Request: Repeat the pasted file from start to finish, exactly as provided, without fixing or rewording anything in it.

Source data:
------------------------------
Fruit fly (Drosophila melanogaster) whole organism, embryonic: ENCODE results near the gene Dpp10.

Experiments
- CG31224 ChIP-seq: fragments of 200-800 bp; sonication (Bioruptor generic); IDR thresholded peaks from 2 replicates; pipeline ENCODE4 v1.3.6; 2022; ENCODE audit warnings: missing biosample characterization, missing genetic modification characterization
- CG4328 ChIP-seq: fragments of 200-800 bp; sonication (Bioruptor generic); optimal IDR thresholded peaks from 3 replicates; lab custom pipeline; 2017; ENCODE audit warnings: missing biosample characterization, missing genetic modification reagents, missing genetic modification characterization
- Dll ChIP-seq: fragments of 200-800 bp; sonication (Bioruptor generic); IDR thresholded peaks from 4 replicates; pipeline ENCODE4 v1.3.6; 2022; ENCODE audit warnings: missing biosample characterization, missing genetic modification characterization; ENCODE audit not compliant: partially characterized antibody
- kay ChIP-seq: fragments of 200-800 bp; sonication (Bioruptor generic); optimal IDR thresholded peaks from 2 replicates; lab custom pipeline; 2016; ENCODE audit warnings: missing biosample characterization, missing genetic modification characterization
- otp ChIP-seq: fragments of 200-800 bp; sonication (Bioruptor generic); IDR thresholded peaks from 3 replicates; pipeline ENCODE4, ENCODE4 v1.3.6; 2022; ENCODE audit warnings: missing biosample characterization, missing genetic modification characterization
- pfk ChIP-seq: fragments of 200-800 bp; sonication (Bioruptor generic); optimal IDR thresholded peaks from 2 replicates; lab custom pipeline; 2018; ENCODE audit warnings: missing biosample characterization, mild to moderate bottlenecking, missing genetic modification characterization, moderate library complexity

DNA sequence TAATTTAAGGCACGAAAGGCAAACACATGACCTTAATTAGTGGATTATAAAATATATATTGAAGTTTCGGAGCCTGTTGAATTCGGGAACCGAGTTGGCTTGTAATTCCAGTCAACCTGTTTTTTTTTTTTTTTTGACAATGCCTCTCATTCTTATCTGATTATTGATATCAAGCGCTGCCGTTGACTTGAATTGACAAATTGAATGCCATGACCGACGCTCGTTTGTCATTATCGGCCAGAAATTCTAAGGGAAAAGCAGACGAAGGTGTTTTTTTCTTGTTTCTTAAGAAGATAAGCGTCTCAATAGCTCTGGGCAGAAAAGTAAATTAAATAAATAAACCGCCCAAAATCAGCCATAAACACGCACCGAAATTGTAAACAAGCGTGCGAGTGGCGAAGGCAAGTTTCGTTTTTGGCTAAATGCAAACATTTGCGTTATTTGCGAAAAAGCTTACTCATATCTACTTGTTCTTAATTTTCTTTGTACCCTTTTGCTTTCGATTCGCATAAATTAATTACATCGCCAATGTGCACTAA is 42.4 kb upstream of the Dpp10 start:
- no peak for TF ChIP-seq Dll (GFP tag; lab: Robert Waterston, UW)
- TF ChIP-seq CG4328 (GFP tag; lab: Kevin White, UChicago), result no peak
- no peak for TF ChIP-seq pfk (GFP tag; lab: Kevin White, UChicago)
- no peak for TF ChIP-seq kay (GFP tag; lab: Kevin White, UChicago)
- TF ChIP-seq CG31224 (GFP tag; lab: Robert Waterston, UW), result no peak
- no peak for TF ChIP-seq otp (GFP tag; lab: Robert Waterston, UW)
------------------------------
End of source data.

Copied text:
Fruit fly (Drosophila melanogaster) whole organism, embryonic: ENCODE results near the gene Dpp10.

Experiments
- CG31224 ChIP-seq: fragments of 200-800 bp; sonication (Bioruptor generic); IDR thresholded peaks from 2 replicates; pipeline ENCODE4 v1.3.6; 2022; ENCODE audit warnings: missing biosample characterization, missing genetic modification characterization
- CG4328 ChIP-seq: fragments of 200-800 bp; sonication (Bioruptor generic); optimal IDR thresholded peaks from 3 replicates; lab custom pipeline; 2017; ENCODE audit warnings: missing biosample characterization, missing genetic modification reagents, missing genetic modification characterization
- Dll ChIP-seq: fragments of 200-800 bp; sonication (Bioruptor generic); IDR thresholded peaks from 4 replicates; pipeline ENCODE4 v1.3.6; 2022; ENCODE audit warnings: missing biosample characterization, missing genetic modification characterization; ENCODE audit not compliant: partially characterized antibody
- kay ChIP-seq: fragments of 200-800 bp; sonication (Bioruptor generic); optimal IDR thresholded peaks from 2 replicates; lab custom pipeline; 2016; ENCODE audit warnings: missing biosample characterization, missing genetic modification characterization
- otp ChIP-seq: fragments of 200-800 bp; sonication (Bioruptor generic); IDR thresholded peaks from 3 replicates; pipeline ENCODE4, ENCODE4 v1.3.6; 2022; ENCODE audit warnings: missing biosample characterization, missing genetic modification characterization
- pfk ChIP-seq: fragments of 200-800 bp; sonication (Bioruptor generic); optimal IDR thresholded peaks from 2 replicates; lab custom pipeline; 2018; ENCODE audit warnings: missing biosample characterization, mild to moderate bottlenecking, missing genetic modification characterization, moderate library complexity

DNA sequence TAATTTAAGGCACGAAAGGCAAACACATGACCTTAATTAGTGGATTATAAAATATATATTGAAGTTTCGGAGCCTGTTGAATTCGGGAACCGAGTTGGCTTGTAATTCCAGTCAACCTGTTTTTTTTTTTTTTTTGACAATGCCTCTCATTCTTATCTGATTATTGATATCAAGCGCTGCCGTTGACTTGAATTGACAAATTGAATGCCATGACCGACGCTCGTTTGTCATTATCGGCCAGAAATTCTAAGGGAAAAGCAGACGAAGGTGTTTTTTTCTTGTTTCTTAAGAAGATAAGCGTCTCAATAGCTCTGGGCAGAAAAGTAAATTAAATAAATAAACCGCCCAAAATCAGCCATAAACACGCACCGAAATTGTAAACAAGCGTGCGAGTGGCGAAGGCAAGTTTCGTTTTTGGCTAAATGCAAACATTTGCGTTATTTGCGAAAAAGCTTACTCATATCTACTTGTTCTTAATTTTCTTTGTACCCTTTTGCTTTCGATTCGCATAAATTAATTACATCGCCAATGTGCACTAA is 42.4 kb upstream of the Dpp10 start:
- no peak for TF ChIP-seq Dll (GFP tag; lab: Robert Waterston, UW)
- TF ChIP-seq CG4328 (GFP tag; lab: Kevin White, UChicago), result no peak
- no peak for TF ChIP-seq pfk (GFP tag; lab: Kevin White, UChicago)
- no peak for TF ChIP-seq kay (GFP tag; lab: Kevin White, UChicago)
- TF ChIP-seq CG31224 (GFP tag; lab: Robert Waterston, UW), result no peak
- no peak for TF ChIP-seq otp (GFP tag; lab: Robert Waterston, UW)